We conserve, as well as develop. We are stewards, as well as realtors. We are a community land trust, and our affordable homes are here forever.

As a community land trust, HRB conserves and stewards land. But unlike our friends at the Bainbridge Island Land Trust, who conserve land to stave off development and protect ecosystems, HRB conserves land to develop affordable housing and protect the economic diversity of the island. We steward this land and these homes so that they can provide quality housing opportunities and serve the Bainbridge community in perpetuity.

Land is expensive. Housing is in short supply. And real estate on Bainbridge has become prohibitive to all but the most affluent. It takes ingenuity, an eye for opportunity, and careful oversight to create and maintain affordable housing, all of which come together in the community land trust (CLT) model.

How CLTs work

CLTs achieve affordability by removing the value of the land from the price of the home. At the 6-acre, 40-home Ferncliff Village, HRB retains ownership of the land, selling only the home and leasing the land to the owner for a 99-year term. Most of these homes requires that buyers earn below 80% of the area median income (approximately $73,000 for a family of four). When it comes time to move, owners must sell to another income-qualified buyer at a price determined by a formula in the ground lease. The formula guarantees a modest rate of return for the seller and an affordable price for the buyer.

The CLT model of permanent affordability makes effective use of limited resources. There have been a number of well-intended developments on Bainbridge Island with houses designated as affordable. But as there was nothing to prevent people from selling at the going rate, these homes were quickly absorbed by the island’s high-priced real estate market, necessitating that more homes be built to replace them.

A model of stewardship

CLTs work because they are stewarded. The purchase and sale of all homes are overseen by HRB staff, ensuring that income qualifications are met and that sale prices remain affordable. Moreover, the homes in our CLT are in excellent condition in part because staff work with owners to ensure that they set aside funds for maintenance and perform timely repairs. HRB plays an active role in the homeowner’s association, working with residents to manage common spaces and expenses.

HRB stewardship extends beyond the sale of homes and the protection of our housing stock. We serve as a support to individual households, perhaps even providing a short-term loan to cover income loss that could result in foreclosure. And we work with prospective buyers on the waitlist, helping them with budgeting, debt reduction, and credit scores; educating them on the responsibilities of CLT homeownership; and helping to find down payment resources if necessary. We care about properties—and people.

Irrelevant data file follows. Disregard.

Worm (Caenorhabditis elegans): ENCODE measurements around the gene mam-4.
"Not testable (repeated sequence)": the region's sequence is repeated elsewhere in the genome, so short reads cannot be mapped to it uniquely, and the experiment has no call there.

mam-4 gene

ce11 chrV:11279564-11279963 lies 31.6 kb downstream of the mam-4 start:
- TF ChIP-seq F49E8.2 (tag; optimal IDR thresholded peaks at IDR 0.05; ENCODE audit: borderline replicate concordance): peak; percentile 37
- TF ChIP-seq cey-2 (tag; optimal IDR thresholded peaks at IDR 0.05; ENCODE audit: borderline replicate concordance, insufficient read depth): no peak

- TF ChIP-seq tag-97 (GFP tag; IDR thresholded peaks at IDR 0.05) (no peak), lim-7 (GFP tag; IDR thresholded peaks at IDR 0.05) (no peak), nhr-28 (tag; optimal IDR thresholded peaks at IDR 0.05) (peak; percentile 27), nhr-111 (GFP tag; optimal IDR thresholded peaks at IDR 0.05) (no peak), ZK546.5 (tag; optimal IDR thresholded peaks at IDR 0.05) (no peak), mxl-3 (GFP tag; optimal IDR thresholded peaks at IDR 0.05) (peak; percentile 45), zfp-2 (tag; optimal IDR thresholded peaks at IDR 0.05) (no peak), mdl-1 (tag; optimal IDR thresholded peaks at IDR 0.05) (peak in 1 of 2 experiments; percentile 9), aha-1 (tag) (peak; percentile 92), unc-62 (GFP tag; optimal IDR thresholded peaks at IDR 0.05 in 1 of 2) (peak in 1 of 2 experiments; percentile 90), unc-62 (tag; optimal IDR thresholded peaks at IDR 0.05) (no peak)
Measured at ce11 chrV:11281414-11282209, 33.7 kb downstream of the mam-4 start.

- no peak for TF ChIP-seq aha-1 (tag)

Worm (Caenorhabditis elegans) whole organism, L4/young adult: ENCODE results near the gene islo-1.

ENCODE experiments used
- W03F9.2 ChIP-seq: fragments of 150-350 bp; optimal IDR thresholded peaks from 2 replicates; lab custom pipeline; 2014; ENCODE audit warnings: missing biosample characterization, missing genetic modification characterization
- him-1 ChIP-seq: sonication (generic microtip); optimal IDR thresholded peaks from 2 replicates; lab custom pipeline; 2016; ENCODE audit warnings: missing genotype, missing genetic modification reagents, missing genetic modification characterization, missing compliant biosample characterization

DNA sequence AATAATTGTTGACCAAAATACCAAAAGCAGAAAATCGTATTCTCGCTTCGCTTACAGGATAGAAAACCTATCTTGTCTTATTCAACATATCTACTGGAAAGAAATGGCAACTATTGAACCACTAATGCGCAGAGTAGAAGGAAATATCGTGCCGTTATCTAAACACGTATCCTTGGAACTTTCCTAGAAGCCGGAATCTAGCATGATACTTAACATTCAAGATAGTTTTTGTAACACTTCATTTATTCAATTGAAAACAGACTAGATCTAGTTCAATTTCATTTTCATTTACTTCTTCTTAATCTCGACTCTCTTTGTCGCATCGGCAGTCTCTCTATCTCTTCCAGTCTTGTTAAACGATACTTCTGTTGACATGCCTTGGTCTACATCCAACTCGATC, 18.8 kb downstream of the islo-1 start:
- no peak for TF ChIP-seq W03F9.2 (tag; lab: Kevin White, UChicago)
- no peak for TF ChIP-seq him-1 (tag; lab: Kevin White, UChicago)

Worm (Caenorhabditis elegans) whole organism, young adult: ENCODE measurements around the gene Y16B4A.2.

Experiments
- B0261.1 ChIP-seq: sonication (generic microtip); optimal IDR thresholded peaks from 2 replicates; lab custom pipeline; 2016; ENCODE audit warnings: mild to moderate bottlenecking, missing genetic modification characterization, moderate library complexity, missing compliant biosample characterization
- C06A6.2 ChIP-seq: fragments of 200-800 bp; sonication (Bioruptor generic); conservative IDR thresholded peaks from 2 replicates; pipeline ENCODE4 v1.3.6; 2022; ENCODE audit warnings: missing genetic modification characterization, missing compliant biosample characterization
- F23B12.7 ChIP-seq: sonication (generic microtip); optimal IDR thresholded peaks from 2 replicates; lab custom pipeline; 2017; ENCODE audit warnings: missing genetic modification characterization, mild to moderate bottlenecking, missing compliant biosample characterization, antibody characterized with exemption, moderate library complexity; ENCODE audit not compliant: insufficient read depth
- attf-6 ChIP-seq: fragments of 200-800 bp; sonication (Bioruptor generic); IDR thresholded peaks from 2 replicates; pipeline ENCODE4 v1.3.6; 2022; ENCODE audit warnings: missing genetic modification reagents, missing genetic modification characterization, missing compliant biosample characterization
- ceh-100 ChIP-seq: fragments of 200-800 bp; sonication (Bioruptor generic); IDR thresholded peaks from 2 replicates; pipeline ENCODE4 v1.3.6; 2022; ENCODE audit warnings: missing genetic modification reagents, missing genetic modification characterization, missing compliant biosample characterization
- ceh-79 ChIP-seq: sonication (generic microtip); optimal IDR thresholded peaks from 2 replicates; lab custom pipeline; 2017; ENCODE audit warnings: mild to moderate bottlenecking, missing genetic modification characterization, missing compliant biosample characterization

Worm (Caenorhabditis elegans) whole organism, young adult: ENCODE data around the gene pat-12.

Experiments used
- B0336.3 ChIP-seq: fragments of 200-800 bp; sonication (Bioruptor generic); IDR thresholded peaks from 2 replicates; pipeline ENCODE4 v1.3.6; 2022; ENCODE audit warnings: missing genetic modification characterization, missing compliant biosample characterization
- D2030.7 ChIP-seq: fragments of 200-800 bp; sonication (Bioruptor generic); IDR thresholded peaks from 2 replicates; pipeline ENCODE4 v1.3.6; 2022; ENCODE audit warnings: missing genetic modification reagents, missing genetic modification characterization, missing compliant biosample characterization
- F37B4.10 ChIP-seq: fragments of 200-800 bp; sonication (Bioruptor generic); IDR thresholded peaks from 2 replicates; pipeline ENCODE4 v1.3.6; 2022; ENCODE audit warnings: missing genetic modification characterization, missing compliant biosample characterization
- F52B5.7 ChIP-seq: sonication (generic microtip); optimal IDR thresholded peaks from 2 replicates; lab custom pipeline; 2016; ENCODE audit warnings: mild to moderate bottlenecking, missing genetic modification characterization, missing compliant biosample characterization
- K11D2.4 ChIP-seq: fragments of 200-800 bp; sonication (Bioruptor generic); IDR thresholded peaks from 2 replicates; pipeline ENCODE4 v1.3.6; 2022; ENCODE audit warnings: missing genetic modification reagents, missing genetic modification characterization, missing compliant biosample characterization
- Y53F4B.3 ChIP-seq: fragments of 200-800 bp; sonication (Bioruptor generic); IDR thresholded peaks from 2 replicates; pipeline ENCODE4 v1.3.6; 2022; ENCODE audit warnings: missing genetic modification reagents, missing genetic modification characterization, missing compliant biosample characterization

An idea born in the rural South

The first CLT grew out of the southern civil rights movement. A group of eight activists and leaders sought to secure land for Black sharecroppers who had lost their homes when they registered to vote. They traveled to Israel to learn about the moshavs, agricultural cooperatives which operate on land leased from the Jewish National Fund, and adapted the model at home. New Communities, Inc. in Lee County, Georgia, which combined community ownership of land with individual ownership of houses, was founded in 1969, and at 5,735 acres it was the largest Black-owned tract of land in the country. In 1981 a severe drought hit the area. An application to the US Department of Agriculture for emergency funds was denied, and in 1985 New Communities foreclosed. A 1999 lawsuit ruled that the denial was discriminatory, and the settlement was used to purchase the 1,638-acre Cypress Pond Plantation property, the present-day incarnation of New Communities.

Today there are between 225 and 300 CLTs in the nation, with 13 in Washington. HRB is the fifth largest in the state.

Our Bainbridge Island CLT

Turn into Ferncliff Village onto Curtis Loop, named for Lois and King Curtis who donated the land to HRB, and your first impression will be of land—the hills so typical of Bainbridge cut by terraces and staircases and leveled by raised beds of flowers and vegetables. Most of HRB properties, however, are located in the Winslow core, but they, too, are part of the HRB community land trust. Everything begins with the opportunity of land, be it from the generosity of a community member or an agreement with a developer, the expanse of Ferncliff Village or the tight blocks of downtown. What happens next and forever after is a matter of conservation and stewardship.